It is also necessary that there should be a capacity to verify that the project has been completed according to the specified standard. These monitoring difficulties also arise in the case of public sector construction but are mitigated by the absence of strong incentives to cut costs. In most infrastructure projects, this does not appear to be a major difficulty, but there are exceptions such as the construction of nuclear power stations.

B Operation

It is useful, although difficult in practice, to draw a distinction between peripheral and core operations. In essence, the notion of core operations refers to those activities that must be undertaken by the owner of the project either because they are very difficult to monitor or because they involve very large risk of loss to the owner. Thus, for example, the operation of generating equipment would probably be a core activity for an electricity enterprise, whereas cleaning would be a peripheral activity. By definition, private sector operation of core activities is in appropriate unless the project is privately

There is a widespread consensus that contracting out of peripheral operations yields significant savings. The figure of 20 per cent, based on the Domberger et al studies of the UK is commonly quoted. However, two main objections may be made to this estimate. First, Paddon (1991) has argued that savings have declined as the process of contracting out has proceeded, with recent contracts yielding savings around 6 per cent. Second, many of the apparent gains may in fact represent transfers arising either from reductions in wages and working conditions (Ganley and Grahl 1988) or from the increased potential for tax evasion associated with many forms of contract employment relative to public sector employment (Quiggin 1994).

C Ownership

The owner of a project may most usefully be described as the party bearing the residual risk. There are strong grounds for public sector ownership of most infrastructure projects. As has already been argued, the superiority of the public sector in bearing pure risk is illustrated by the existence of the large 'equity premium' between the government bond rate and the rate of return demanded by private equity holders. In essence, every dollar of private equity in a project doubles the eventual cost relative to the public debt finance it displaces.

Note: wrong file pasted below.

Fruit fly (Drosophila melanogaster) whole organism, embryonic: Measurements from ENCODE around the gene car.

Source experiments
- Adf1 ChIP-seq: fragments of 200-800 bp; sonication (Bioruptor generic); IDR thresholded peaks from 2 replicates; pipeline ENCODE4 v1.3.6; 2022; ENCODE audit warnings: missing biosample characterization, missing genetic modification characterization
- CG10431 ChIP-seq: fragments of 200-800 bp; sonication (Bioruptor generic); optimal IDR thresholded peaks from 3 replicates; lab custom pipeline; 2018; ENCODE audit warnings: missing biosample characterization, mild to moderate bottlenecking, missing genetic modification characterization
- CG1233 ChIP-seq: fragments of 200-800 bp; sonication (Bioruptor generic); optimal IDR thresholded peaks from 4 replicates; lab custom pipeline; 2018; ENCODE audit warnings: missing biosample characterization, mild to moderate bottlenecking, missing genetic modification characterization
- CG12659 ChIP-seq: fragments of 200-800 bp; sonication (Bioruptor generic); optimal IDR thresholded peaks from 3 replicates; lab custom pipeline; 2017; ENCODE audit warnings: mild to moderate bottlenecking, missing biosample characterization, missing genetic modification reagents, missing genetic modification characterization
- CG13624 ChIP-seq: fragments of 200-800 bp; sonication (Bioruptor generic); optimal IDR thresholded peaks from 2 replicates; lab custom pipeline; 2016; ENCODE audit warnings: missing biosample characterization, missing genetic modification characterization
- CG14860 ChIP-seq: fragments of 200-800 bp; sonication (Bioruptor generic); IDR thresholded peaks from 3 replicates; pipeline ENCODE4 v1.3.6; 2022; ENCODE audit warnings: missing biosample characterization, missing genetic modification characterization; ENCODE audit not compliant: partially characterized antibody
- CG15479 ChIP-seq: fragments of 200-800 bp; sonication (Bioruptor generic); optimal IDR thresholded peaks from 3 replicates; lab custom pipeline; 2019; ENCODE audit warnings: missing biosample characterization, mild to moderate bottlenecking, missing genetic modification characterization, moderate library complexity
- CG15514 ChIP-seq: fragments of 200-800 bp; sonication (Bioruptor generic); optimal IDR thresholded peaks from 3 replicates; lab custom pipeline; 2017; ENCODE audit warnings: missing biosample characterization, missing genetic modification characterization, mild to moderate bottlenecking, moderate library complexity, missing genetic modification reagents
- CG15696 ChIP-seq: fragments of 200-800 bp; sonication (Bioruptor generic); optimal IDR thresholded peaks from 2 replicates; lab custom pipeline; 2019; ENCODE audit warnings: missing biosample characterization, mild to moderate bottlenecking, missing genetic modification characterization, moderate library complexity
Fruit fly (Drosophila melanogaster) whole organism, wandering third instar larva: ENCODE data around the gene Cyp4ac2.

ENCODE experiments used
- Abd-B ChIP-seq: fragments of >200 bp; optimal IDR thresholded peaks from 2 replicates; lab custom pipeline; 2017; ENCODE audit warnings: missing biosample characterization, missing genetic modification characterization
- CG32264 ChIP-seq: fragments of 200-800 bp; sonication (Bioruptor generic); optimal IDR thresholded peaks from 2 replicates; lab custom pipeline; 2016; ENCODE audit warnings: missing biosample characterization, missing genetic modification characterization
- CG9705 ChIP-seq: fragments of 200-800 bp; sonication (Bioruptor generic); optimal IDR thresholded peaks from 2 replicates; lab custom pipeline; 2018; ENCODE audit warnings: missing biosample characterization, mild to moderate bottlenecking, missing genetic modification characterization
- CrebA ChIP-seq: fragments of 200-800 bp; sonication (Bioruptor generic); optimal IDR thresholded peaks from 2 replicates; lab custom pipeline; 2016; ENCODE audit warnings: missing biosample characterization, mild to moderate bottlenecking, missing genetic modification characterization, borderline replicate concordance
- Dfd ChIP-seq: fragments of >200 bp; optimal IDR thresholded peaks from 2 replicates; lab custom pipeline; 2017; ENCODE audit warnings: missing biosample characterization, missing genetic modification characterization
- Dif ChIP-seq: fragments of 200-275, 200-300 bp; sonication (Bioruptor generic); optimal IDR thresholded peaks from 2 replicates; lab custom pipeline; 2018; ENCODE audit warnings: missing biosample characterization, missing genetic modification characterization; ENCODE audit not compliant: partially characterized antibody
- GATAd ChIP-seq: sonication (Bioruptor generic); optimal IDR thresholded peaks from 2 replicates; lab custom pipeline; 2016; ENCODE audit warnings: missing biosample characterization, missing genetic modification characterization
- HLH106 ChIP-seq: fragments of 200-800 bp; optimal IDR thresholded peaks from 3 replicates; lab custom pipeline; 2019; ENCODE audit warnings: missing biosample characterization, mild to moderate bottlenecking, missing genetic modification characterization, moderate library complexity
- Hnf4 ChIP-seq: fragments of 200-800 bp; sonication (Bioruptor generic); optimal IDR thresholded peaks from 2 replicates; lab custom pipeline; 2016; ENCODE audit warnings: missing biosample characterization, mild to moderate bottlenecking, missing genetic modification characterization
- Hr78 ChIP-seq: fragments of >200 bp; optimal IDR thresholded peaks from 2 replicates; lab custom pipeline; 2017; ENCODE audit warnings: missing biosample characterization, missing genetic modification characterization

In many cases, moreover, agency considerations also favor public ownership. The risk associated with many infrastructure projects depends far more on public policy decisions than on the management skill of the operator. Consider for example the position of a prospective purchaser of Kingsford-Smith airport or a prospective operator of the proposed Badgery's Creek airport. The profitability of these enterprises will depend far more on government policy decisions with respect to aircraft noise, international aviation decisions, transport links and the like than on the skill with which the airport is managed.

A similar argument applies to road projects. Construction firms have no special knowledge concerning traffic flows and no special expertise in financial management. Governments are much better placed to handle both of these sources of risk. They have large and diversified portfolios and, as a result, can borrow at low rates of interest. Governments are also much better placed to handle risks associated with traffic flows. Not only do governments have access to large quantities of information on traffic patterns, but they are continuously engaged in making decisions that will affect future traffic flows. Unless they are contractually bound, governments have no incentive, in making these decisions to take account of the effects on the profitability of private road operators. Obviously, private investors would be unwilling to give hostages to fortune by making investments under such conditions for rates of return similar to those obtainable from government bonds or even from ordinary equity investments.

It follows that the private operator must either demand a large risk premium in addition to the usual equity premium or must demand ironclad guarantees of favorable treatment. In practice both avenues have been pursued. Where there are competing firms of course, the difficulties are multiplied, since favorable treatment for one necessarily damages the others.

In practice, governments engaged in BOOT projects have typically ended up with the worst of both worlds. In order to secure private participation they have had to give implicit guarantees both of a favorable future policy stance and of a commitment to rescue the private operator if things go too badly wrong. Thus taxpayers have ended up bearing most of the risk. On the other hand, the residual riskiness of the project has meant that investors have demanded a rate of return far in excess of the governments's normal cost of borrowing.

Finally, if the service provided is essential, the government must, in effect guarantee the viability of the firm providing it. The standard processes of bankruptcy are too slow and too liable to lead to loss of service provision in cases of this kind. But the owners and managers of the firm can only be made to forgo the benefits legally available to them under bankruptcy provision if the state offers more favorable treatment (for example, a buyout at prices above the 'fire-sale' value that would be realised in bankruptcy). Hence the maintenance of essential service implies some level of public financial guarantee.

In fact, it appears that in many allegedly private infrastructure projects, the public sector bears all or a large part of, the residual risk. The difficulty of determining where the risk lies has been illustrated by the NSW Auditor-General's attempts to qualify the public accounts in respect of the Sydney Harbour Tunnel. While effective public ownership is perhaps inevitable in the light of the economic considerations discussed above, it is likely that cases of this kind involve a public assumption of the risks of ownership combined with private capture of the benefits.

D BOOT projects